25th June 2018

Baby sleep: the rules of engagement

It’s been months (years?) since you had an unbroken night’s sleep – and what with four, eight, 10 and 18 month sleep regression, teething, illnesses, and just plain willfulness on your baby’s part, there’s a lot that can go wrong. These are the rules of engagement when it comes to dealing with your baby’s sleep, according to Cat Neilan.

1. If your other half has gone out for the evening, under no circumstances text him to say when the baby is asleep. This will ensure he awakes immediately, and remains awake until your partner comes home hours later, smelling of booze and crying off shhing duties because he might “drop” him.

2. Never arrange a night in with a non-mum friend. Your baby will arrange the same night as a party-in-my-crib affair and your friend will be left downstairs awkwardly staring into space because she doesn’t know if turning the TV on will make it worse (and she’ll delay having kids for another year).

3. Never arrange a night out with your non-mum friends. You will be coerced into forgetting you have a baby to deal with, drink more than you should (but less than you ever thought possible) and spend the rest of the night shhing your baby through an early hangover. Your friends, meanwhile, will be sleeping it off until midday at the earliest.

4. Never arrange a night out with your mum friends. You will all forget you have babies, drink a year’s worth of alcohol to make up for lost time, and the minute you step in the door have to provide entertainment for your early riser. You will have no sleep for 36 hours and decide this is punishment for your louche behaviour, and vow never to drink again.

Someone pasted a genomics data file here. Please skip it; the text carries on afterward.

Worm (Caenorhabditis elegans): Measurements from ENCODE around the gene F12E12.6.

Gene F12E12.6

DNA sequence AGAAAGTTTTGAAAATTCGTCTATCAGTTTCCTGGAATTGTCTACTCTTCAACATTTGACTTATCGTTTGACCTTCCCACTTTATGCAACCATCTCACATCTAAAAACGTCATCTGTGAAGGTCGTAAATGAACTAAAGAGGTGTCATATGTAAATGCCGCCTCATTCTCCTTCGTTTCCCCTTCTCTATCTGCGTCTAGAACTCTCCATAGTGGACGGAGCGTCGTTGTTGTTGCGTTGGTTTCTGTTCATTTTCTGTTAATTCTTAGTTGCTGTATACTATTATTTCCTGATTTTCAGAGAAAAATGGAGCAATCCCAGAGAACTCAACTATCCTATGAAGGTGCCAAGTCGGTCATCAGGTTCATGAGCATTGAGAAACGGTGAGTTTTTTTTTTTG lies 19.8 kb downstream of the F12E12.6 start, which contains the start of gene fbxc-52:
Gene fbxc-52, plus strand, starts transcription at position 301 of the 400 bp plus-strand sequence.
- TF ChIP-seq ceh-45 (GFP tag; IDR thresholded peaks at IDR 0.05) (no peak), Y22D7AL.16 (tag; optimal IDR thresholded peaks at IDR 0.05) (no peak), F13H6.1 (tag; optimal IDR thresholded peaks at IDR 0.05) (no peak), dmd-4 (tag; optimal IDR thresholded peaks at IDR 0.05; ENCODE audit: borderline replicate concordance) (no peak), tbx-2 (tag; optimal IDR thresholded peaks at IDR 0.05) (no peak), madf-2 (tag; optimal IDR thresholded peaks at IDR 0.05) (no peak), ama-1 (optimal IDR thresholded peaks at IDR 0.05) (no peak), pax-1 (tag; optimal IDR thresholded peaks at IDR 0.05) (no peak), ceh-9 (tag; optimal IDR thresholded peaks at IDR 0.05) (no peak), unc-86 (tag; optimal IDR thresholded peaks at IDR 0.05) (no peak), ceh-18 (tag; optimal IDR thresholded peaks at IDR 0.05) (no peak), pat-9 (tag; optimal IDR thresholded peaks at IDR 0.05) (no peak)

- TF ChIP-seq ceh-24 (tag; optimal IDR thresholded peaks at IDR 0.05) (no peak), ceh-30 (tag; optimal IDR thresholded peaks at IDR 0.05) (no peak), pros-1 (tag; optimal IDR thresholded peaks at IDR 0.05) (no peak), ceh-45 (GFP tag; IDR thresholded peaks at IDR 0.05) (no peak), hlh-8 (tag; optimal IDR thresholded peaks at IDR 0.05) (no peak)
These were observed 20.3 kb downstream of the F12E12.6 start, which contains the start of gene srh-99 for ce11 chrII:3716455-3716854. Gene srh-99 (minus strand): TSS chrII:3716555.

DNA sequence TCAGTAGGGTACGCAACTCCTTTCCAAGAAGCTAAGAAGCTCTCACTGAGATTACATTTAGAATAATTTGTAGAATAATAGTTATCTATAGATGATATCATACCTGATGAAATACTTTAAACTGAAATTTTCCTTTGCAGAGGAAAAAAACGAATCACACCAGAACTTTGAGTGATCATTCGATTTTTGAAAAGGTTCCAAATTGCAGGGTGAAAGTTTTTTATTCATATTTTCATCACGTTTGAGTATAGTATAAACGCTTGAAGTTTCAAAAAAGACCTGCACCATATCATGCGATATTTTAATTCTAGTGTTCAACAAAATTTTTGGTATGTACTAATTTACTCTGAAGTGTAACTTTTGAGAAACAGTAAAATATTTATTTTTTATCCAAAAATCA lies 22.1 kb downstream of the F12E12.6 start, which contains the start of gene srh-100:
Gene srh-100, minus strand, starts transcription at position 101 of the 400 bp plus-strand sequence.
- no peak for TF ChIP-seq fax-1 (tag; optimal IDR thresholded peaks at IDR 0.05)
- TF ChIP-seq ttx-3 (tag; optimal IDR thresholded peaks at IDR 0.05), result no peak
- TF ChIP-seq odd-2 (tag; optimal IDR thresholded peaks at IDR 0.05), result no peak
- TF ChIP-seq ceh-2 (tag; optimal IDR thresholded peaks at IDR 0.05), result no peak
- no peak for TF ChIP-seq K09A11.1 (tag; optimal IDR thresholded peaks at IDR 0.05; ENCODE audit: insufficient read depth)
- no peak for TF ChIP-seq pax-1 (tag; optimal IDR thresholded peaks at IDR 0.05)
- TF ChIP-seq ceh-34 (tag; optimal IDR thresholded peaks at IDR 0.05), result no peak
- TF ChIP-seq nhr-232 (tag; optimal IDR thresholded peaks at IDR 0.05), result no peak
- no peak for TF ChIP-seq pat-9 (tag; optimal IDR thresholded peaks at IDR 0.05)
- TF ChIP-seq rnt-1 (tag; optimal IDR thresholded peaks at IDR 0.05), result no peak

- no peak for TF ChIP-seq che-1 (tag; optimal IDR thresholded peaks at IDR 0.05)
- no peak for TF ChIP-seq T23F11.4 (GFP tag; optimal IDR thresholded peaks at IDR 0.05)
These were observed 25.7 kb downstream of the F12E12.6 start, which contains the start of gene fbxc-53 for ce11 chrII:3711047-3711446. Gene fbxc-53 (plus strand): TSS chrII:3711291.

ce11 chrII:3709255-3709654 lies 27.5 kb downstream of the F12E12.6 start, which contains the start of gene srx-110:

5. Just don’t arrange anything. Your baby knows and will sabotage it. Your baby knows all.

6. Ignore people who tell you the baby will start sleeping through when he is weaned/starts crawling/starts walking/starts nursery. They are raising your hopes to a dangerously high level, and this will only end in crushing defeat. Better to accept it will never happen, because at least then you can only be pleasantly surprised (it has to happen at some time, right?).

7. Resist the temptation to tell your mum friends that your baby has finally slept through. Such claims bring a curse upon you that cannot be lifted for 1001 (very, very long) nights.

8. Under no circumstances should you write an article implying that you may have nailed the sleeping thing. This will ensure your baby – and you – never sleeps again.

@CatNeilan @mushmums

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